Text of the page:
One cub approached me, nose wrinkling. He was Alpha's eldest and would one day lead the pack. The oldest of us, with yellowed watery eyes and dull teeth, hobbled hastily between us and started to nudge the cub away. I snapped irritably at the old one, but he only stared through me, as if not seeing me.

"He smells sick, teacher," the young one said quietly, as though not for my ears.

I glanced at the cub, then at his mentor, but neither of them said another word. Before I could inquire, Alpha again called to us, then entered the circle, leaping onto the icy rock and landing. He was the largest of us, taller than me at the shoulder and more solidly built. His coat was thick and dark, covering lean muscles. He seemed too thin for his fur, but none of had eaten well, at least until I had found food. I smiled inwardly; Alpha would be so proud.

He turned his muzzle to me, his grey eyes penetrating. His nose twitched as if irritated, but no insect would dare come out in this weather just to die. "You called us," he said. It was a question and a statement.

"Yes, Alpha. I found food," I lowered my head in deference to the leader, then turned to show him the way. "Follow me, everyone."

"Hold." Alpha's voice was sharp, harsh. He leapt lightly from the rock to my side and pressed his cold nose into my flank, breathing deep. Twice, three times he inhaled and exhaled, taking in my scent. I waited, fighting to stand still, fighting the urge to return to my kill and drag it back to show the others.

"You've been among the Lost Ones," he said at last. He sounded... disgusted? Disappointed? Something in his words suggested displeasure, but he kept his tone carefully level.

"Lost Ones?" I barked once and shook my head, protesting. "No, Alpha! I've been nowhere near their territory! I--"

"You have their scent in your fur. You stink of them. This... food. Where did you find it?" His cool grey eyes flashed like lightning.

My tail sought refuge between my legs and I snarled at my own cowardice. "In the woods. Just the two of them."

For a moment, the only sound was my heartbeat and a few fresh flakes of snow falling. Then, I spoke, struggling not to snap at this so-called leader. "I find food for our pack and now you wish to deny it to them? You want us to starve?"

Alpha said nothing to me; he turned to the eldest among us, the teacher, the reciter of the ways. His was the job of instructing the cubs to lead, until he returned to the earth. His was the job of remembering. In his cracking, thin voice, he began to recite. "In the beginning, all hearts knew their part in the circle. We lived, we died, and we were reborn as part of the circle. Hunter and prey living in understanding. And so it was.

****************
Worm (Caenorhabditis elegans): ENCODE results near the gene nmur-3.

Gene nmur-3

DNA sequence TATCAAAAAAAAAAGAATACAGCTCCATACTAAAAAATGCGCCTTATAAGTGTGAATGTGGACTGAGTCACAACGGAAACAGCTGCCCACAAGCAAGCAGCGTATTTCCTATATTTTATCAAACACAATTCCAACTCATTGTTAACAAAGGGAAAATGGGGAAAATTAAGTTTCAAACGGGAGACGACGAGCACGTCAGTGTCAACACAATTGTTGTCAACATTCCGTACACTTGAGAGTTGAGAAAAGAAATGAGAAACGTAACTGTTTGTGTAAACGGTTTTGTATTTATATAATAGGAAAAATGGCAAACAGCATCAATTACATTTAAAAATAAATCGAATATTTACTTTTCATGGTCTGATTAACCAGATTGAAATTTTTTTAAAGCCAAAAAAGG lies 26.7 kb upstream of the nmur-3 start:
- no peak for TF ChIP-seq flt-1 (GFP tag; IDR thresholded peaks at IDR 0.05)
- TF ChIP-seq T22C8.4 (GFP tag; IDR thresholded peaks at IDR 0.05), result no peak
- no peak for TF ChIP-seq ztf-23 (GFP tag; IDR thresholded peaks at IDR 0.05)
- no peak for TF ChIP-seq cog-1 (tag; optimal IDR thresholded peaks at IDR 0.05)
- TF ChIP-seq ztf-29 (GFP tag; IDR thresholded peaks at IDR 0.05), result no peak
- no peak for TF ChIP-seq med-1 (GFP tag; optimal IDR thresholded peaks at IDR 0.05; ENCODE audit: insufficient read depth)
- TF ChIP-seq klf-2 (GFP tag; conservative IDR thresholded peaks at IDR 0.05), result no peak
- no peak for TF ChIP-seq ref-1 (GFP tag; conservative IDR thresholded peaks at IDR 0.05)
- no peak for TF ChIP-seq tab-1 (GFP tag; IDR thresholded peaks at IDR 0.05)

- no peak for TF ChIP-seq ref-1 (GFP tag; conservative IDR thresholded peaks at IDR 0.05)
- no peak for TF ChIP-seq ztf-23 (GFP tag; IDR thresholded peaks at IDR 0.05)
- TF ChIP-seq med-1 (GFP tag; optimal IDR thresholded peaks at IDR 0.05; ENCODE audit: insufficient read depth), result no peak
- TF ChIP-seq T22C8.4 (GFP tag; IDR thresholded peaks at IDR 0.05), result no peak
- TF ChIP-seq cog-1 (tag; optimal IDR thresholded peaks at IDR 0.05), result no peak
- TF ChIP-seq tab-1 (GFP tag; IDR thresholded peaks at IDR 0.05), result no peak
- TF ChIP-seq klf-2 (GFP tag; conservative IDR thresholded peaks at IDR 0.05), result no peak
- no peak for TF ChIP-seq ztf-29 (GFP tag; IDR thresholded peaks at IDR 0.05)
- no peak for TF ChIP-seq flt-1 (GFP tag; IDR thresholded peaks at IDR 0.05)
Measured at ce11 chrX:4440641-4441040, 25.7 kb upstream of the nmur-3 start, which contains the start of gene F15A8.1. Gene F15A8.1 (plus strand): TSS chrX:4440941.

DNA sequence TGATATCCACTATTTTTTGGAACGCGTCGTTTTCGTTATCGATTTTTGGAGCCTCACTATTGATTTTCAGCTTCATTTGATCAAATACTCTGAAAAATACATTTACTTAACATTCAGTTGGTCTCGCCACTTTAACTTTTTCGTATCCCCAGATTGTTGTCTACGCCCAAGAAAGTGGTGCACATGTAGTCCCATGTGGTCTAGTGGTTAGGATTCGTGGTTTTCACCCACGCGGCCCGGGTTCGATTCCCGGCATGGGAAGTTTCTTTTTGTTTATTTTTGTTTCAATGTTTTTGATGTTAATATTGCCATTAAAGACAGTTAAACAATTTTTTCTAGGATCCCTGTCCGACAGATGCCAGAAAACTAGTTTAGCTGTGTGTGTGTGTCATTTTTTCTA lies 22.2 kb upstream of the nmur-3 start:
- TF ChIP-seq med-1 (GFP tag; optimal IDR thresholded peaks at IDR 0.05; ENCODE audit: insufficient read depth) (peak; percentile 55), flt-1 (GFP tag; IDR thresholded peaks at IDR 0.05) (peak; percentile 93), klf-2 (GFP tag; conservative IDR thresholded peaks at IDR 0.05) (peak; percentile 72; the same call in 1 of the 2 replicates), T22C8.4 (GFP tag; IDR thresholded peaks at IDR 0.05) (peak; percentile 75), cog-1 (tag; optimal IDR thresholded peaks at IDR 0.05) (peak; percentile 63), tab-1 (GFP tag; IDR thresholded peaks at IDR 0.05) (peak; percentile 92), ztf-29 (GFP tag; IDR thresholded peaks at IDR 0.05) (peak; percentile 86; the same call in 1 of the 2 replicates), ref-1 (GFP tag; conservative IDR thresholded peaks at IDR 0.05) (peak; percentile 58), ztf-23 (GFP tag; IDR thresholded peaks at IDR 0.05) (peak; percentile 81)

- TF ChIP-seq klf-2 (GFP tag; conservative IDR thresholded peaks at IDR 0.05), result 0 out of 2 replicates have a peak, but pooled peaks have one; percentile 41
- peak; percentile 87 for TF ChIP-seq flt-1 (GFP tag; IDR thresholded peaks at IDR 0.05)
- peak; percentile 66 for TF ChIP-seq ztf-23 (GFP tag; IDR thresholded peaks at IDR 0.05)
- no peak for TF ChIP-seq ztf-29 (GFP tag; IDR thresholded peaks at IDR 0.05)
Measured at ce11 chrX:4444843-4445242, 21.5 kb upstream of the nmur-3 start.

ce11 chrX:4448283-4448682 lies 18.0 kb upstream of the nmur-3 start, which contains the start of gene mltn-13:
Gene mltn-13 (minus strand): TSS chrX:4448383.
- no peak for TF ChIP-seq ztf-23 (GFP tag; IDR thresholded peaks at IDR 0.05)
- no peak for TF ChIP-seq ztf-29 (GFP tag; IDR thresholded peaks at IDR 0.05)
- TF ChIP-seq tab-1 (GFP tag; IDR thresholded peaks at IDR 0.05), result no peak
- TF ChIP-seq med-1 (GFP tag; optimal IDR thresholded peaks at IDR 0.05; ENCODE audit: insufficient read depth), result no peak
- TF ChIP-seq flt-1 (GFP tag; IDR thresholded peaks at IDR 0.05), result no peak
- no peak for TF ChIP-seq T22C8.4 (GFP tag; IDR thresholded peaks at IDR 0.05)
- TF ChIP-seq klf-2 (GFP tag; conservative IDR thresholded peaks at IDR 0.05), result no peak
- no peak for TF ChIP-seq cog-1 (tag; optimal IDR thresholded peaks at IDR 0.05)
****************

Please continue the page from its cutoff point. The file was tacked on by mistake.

"But in time, some forgot their place in the circle. Instead of a voice within it, they thought they could lead. They stopped listening to the voices of others, and in time forgot how to understand. They came to fear what they had forgotten. They learned to kill, not for food, but for the sake of killing. They became the Lost Ones. Like orphaned pups who never learn to hunt as a pack, they have lost their way, forgotten the circle.

"Some among us, from all voices in the circle, walk among the Lost Ones and seek to lead them back to their past. Some among the Lost Ones can understand us or wish to learn to do so. But most among them do not hear and do not wish to hear. They are beyond us, neither hunter nor prey."

Teacher closed his muzzle and turned away, ancient stick-like bones rattling as he padded back to Alpha's pups. Alpha sat unmoving, facing me. His mate approached his side and sat on her haunches next to him. "You know the law," she said quietly. "We all do. The Lost Ones are to be left alone. We defend if they attack us, and we leave if they invade. It is our way. It is the law."

The others began to approach now, all facing me, behind Alpha and his mate. Even the cubs and the eldest, who would die without food, stood in judgment. "You will die if you do not eat! They are weak! They are meat!" I felt warm, despite my shivering, and began to pant.

Alpha finally spoke, solemnly. "You would condemn us all to die for the sake of your stomach. Did you think nothing of the pack?"